...I never met Chow-Yun-Fat, because... well, he just wasn't there. You told me he's the one who guns me down in the film, but then on the set, what I had in front of me wasn't Chow Yun Fat but a camera! I did this movie in 1987 and I only find out it was Chow-Yun Fat now you tell me so, some 20 years later...

As for John Woo, I would have met him briefly, exchanging a few words without knowing who he was. Obviously, he wasn't so famous then... (was he?)

During the 80's, it seems there were good opportunities for Westerners to appear in movies in HK and in the Philippines, which film industries were then flourishing. Was it the same in Indonesia? What were the main differences between shooting a movie in HK and shooting one in Indonesia?

Indeed, the 1980's were a golden era for Westerners in the Hong Kong movie industry, but also elsewhere in South-East Asia. I never effectively worked in the Philippines, although I was there in mid 1986 for a few weeks and spent one day as an extra on a movie called "The Spear of Destiny" [a.k.a. "Future Hunters" / "Les Nouveaux Conquérants", de Cirio H. Santiago NdlR]. It was a boiling hot day in the jungle, I was dressed as a soldier and I was shot with a bow and arrow by a dwarf in a tree!!!! (more on how to kill Mike Abbott later) My first movie as an actor was "Royal Warriors".

In October 1987, I got a call from a guy called Rik Thomas, who owned and operated a movie dubbing company. He told me an Indonesian movie producer was looking for a big guy to play the lead villain. The name of the movie company was "Rapi Films", owned and operated by Gope and Sam Samtani [producteurs de "Lady Dragon", entre autres NdlR]. I had a meeting with Gope, then on November 3rd I flew to Jakarta to make the first of 3 movies: "Final Score" (1987) with Chris Mitchum, "Empire on Fire" (1988) with local actors, "Lethal Hunter" (1988) with Chris Mitchum and Bill "Superfoot" Wallace.

Indonesia was great! The sets were bigger, there was studio work, more cameras, more crew and more money! Working with Chris Mitchum was great, a Hollywood actor who had worked with John Wayne, my idol! I still keep in touch with Chris, he's a nice guy. I love to hear him talking about his father Robert Mitchum.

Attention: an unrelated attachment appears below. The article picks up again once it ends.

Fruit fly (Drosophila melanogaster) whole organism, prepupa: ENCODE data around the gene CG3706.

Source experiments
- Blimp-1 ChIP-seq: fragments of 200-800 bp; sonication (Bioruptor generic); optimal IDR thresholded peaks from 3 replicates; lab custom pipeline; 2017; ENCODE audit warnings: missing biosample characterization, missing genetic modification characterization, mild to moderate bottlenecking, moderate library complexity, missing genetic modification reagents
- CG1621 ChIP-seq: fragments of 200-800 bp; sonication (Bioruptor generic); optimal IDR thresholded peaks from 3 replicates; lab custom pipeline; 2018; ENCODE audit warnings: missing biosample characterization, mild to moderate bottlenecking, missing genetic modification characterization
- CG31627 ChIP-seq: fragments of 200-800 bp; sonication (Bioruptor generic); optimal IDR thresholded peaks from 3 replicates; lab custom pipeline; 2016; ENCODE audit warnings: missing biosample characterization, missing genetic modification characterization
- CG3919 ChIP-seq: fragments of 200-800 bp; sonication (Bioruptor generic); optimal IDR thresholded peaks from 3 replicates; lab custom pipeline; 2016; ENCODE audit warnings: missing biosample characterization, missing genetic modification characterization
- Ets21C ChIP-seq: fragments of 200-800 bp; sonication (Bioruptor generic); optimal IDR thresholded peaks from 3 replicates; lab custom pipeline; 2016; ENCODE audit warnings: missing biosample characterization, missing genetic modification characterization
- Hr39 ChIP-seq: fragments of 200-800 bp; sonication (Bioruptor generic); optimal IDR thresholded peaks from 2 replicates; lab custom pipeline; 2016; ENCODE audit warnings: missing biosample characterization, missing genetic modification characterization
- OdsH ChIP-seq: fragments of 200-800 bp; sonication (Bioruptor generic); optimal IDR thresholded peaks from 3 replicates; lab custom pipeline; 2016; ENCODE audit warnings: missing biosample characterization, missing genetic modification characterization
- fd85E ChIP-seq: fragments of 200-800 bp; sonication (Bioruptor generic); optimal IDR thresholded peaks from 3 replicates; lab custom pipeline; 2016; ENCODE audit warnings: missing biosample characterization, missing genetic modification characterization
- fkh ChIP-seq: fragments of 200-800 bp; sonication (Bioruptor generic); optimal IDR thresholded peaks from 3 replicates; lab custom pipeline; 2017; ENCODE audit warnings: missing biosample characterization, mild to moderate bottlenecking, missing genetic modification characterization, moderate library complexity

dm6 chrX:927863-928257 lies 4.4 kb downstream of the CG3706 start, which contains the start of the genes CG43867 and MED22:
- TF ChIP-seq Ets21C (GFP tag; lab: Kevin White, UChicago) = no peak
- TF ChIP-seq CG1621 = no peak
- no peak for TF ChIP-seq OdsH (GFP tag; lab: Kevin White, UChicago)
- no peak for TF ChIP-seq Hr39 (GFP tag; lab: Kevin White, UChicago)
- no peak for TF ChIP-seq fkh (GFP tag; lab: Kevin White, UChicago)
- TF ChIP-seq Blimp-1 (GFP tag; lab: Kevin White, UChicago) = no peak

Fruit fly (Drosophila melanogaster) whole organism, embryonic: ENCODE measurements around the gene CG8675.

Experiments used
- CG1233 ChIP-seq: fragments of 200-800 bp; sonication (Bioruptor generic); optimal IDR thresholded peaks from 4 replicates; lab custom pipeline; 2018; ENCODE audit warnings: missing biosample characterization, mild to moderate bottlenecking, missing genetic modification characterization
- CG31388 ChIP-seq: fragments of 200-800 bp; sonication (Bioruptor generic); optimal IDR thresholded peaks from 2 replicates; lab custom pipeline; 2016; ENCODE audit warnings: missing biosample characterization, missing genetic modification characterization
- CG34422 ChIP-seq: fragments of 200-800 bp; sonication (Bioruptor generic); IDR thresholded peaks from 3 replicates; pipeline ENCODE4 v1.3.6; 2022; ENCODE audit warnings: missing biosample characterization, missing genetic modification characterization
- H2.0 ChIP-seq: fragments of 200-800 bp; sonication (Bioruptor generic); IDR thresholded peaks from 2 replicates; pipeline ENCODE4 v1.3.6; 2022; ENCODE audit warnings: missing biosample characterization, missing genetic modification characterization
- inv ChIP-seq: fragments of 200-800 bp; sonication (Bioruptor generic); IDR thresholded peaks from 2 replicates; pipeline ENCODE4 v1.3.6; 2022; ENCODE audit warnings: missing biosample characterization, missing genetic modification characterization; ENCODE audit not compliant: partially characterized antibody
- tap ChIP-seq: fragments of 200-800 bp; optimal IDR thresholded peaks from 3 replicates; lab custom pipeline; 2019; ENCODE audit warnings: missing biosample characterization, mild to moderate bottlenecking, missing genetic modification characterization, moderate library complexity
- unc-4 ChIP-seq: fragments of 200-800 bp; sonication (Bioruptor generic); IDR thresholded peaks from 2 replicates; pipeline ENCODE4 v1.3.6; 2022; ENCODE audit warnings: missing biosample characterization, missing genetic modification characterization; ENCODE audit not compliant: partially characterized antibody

In July 1988, I returned to Hong Kong and till the end of the year, I made about another 4 or 5 IFD movies, and about 3 other movies of no significance. 1989 saw the end of my career with IFD. I made about 3 more films for them, but my roles were getting smaller. In May 1989, I started my entertainment company, "Abbott Leisure", and started making money straight away, so I parted company with them after 3 years as their lead villain in about 15 or 16 movies. They were good days...

During 1989, I made 3 quite significant movies: "Casino Raiders" in April, in which I had lines and a fight scene with star Allan Tam. I made about US$200 per day for 5 days (it is with this money that I started my company on May 5th). "Fatal Termination" was in 1989, after "Casino Raiders". I played the part of a real psycho who kidnaps a little girl. I spent about 6 days on the movie and enjoyed it very much. In the end, I had a fight scene with the star Ray Lui, and ended up being impaled on a metal spike! (Yet another way to kill Mike Abbott)

Mike in "Casino Raiders".

Also that year, I spent one day on a movie called "Hong Kong Gigolo" [from director David Lam, and starring Mark Cheng and Simon Yam among others NdlR], danced and stripped my clothes off in a night club... can you believe it?

It's not the first time I have stripped in a movie. Another time I was in an alley way with 3 other guys, we were dressed as policemen, then this girl comes running with a guy chasing her with a knife. Then the 4 of us shine our flashlights on them and then start to strip out of our uniforms; the whole thing was a joke played on this poor girl! Anyway it was fun to do. The director was Jing Wong, I met him again 3 years later while shooting "City Hunter". He said he thought the movie was stupid, I think he was right. [Nanarland: the film Mike is talking about is called "The Big Score"]

So 1989 was a good year I suppose. During 1990 and 1991, I can't remember doing very much in the movies, I might have been an extra once or twice. In 1992, I worked on "City Hunter" with Jackie Chan and a beautiful young Japanese actress called Kumiko Goto.